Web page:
‘A friend of ours.’
When I speak to journalism students, they always ask about the process of photographing victims of violent storms or natural disasters. The perception, I guess, is that news photographers and storm victims have an adversarial relationship. I’ve worked at newspapers through 13 Oklahoma storm seasons and only once have I encountered someone who preferred not to be photographed and was not shy about letting me know it.
Last week, when neighborhoods in Little Axe, Oklahoma, were destroyed by storms, I was sent at dawn the next day to get pictures of the damage. After a few conversations and laps around the town, I saw resident Keith Bolles waiting at a blocked intersection on the east side of town. I pulled into the grass and approached he and his son. From the first handshake and introduction, I could tell that the Bolles family, while dealing with a huge loss, were nice people who were not only willing to talk, but eager to.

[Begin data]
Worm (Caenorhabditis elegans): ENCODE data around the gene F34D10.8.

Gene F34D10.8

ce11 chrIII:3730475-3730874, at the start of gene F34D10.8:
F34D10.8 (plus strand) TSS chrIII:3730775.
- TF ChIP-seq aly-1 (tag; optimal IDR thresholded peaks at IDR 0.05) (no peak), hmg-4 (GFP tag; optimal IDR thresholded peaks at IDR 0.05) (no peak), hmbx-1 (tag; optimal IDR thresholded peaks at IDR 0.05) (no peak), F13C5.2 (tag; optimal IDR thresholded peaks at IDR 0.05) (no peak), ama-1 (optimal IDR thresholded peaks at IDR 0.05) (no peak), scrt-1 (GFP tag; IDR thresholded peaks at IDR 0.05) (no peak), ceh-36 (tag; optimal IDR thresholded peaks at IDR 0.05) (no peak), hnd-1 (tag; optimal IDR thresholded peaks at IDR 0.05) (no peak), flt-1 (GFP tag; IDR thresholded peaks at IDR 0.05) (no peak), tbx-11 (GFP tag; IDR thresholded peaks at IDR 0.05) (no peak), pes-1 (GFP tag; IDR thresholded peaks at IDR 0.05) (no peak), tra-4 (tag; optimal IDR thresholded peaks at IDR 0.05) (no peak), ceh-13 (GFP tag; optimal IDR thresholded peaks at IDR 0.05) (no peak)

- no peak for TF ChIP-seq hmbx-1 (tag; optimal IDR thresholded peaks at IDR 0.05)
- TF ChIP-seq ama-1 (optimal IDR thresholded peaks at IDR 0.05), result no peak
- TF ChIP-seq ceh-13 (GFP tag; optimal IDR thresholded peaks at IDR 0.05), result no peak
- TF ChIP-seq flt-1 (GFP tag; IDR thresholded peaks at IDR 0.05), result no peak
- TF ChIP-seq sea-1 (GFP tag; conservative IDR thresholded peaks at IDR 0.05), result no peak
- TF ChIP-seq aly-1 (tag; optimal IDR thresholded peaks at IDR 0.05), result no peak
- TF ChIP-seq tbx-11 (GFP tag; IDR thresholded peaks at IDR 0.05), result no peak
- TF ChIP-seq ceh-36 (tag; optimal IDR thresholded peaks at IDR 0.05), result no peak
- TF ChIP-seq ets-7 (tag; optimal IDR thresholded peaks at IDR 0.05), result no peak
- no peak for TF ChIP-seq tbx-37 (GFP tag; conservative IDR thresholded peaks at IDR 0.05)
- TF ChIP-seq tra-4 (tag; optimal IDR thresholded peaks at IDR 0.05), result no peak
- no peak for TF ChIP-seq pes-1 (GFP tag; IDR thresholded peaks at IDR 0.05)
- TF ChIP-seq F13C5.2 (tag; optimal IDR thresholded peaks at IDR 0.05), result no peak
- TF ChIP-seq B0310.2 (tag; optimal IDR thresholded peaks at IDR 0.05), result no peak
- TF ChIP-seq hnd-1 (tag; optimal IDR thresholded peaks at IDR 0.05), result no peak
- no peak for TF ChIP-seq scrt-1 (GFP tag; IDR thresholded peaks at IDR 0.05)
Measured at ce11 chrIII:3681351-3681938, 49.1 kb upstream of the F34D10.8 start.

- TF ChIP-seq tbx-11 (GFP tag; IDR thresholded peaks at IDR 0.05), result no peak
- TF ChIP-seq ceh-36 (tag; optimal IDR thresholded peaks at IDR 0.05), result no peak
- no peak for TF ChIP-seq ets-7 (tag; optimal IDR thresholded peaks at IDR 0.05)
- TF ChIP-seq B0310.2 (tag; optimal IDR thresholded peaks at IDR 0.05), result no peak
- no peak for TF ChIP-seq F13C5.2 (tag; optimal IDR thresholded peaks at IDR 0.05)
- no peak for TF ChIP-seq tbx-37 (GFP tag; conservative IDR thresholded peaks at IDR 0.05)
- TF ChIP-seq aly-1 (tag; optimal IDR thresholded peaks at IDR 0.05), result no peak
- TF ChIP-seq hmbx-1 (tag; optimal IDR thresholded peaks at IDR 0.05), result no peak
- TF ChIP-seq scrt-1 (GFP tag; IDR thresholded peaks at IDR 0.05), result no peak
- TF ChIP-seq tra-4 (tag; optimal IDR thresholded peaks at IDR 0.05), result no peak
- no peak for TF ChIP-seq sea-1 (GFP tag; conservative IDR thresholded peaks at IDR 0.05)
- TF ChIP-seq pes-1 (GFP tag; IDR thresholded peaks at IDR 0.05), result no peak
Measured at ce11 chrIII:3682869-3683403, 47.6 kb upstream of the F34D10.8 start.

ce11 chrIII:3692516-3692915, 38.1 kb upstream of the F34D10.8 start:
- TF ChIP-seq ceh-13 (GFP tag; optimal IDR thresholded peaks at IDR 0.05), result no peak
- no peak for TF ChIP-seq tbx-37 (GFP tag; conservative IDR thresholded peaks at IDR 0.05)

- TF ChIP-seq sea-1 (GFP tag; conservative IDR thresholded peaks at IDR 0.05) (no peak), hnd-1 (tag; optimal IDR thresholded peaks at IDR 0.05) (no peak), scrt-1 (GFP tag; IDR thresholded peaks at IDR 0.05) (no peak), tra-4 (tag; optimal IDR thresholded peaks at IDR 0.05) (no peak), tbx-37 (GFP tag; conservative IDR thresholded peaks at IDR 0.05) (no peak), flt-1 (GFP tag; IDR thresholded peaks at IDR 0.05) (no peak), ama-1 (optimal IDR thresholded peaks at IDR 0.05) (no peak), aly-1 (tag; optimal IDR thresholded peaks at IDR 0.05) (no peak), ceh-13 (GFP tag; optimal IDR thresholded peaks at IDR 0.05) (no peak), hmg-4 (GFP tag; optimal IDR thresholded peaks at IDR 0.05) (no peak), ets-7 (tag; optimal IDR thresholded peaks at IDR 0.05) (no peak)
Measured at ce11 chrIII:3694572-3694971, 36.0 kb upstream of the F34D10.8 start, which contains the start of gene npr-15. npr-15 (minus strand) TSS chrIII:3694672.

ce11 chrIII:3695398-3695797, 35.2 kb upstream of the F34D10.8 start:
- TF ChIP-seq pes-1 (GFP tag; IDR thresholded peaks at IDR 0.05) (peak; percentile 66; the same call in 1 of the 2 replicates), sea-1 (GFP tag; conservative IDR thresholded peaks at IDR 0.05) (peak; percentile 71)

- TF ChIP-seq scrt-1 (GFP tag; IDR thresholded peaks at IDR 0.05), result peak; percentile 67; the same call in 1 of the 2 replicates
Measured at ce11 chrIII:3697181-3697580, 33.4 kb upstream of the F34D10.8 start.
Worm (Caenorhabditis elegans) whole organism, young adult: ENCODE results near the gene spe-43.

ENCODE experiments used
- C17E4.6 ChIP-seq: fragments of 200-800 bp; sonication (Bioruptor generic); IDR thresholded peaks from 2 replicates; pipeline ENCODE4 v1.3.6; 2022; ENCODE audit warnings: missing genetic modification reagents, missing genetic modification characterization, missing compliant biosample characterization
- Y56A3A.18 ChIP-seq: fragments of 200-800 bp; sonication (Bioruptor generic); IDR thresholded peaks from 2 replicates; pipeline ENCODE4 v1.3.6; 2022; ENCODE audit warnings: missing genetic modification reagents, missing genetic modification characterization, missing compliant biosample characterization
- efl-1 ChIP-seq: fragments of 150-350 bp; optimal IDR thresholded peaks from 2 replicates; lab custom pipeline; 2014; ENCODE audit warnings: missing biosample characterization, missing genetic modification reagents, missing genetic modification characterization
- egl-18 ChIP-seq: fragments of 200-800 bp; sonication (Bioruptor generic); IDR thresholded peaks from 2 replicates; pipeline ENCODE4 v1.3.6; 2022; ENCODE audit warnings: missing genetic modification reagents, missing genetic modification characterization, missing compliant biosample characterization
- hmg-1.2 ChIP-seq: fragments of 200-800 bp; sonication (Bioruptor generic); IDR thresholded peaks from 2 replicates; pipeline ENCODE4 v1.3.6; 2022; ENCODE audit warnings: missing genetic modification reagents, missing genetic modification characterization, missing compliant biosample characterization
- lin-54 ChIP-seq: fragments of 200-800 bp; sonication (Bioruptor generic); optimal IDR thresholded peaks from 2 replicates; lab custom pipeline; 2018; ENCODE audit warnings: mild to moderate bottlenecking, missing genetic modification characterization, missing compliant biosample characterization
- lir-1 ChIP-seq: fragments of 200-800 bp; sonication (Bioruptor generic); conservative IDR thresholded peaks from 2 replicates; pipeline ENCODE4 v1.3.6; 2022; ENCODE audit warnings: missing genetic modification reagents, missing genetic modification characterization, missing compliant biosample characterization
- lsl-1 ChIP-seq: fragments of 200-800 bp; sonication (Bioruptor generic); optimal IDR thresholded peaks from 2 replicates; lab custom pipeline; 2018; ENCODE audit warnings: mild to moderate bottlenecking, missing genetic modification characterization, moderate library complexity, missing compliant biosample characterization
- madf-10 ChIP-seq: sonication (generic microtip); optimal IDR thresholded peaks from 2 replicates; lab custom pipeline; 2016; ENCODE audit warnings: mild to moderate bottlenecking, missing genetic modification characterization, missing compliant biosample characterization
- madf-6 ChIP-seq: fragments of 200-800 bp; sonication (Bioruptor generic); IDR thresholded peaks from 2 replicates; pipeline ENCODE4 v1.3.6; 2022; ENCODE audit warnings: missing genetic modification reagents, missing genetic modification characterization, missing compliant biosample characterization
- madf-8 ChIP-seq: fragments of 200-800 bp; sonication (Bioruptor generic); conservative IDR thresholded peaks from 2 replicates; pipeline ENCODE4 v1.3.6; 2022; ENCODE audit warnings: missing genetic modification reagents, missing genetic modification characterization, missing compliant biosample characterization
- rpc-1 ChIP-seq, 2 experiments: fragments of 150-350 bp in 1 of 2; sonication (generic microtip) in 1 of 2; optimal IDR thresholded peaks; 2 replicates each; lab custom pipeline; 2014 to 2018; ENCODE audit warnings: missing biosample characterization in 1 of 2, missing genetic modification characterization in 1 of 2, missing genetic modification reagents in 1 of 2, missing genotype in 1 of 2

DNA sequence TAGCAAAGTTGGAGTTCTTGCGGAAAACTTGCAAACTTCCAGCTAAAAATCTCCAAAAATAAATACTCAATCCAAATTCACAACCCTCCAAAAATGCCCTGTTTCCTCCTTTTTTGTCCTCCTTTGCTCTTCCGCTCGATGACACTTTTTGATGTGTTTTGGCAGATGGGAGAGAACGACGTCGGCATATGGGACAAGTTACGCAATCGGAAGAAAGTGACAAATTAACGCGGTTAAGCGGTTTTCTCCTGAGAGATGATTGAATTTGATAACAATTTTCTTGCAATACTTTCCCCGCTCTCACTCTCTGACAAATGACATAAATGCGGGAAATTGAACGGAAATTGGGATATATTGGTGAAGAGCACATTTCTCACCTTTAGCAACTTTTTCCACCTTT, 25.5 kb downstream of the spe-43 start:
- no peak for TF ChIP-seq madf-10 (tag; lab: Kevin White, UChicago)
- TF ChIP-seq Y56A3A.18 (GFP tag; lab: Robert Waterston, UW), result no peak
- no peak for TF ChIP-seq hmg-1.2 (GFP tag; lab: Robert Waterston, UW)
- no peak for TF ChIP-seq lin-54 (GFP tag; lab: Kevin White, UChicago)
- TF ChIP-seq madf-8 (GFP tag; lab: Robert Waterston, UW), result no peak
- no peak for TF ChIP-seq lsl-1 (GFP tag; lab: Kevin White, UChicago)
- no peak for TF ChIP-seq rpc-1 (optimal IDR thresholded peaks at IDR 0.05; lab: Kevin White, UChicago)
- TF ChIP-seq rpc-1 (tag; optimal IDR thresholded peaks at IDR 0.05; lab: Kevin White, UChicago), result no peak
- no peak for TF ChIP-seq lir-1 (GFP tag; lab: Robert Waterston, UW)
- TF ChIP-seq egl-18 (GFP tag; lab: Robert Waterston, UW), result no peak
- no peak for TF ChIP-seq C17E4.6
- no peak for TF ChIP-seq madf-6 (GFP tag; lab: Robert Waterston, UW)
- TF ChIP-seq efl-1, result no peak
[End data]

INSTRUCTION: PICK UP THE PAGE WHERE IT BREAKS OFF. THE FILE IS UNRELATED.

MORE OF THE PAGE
Message Sent Successfully
Be Sure to Check Out Our Top Headlines
- 16568Oklahoma storms: Profile of Life: Megan and Case Futrell
- 11531OKC Central: Architectural "Worsts"
- 11459'Firehouse' in Oklahoma City's Deep Deuce is set to become new home
- 11122Norman man threatens Oklahoma Gov. Fallin's 'child' and local sheriff in emails
- 11072Live blog: "The Voice" Season 4 live finale - performance episode
- 9787Police shoot, kill man holding child hostage in Midwest City
- 7713Was Special Treatment Given in Oklahoma Vice Mayor DUI Traffic Stop?
- 6975Red meat might be delicious, but not as nutritious
- 6919Brad Lund granted two-year lease to Taft Stadium for soccer team
- 5729Oklahoma Corrections Department director to resign
Back to share with a friend form.
Add More Recipients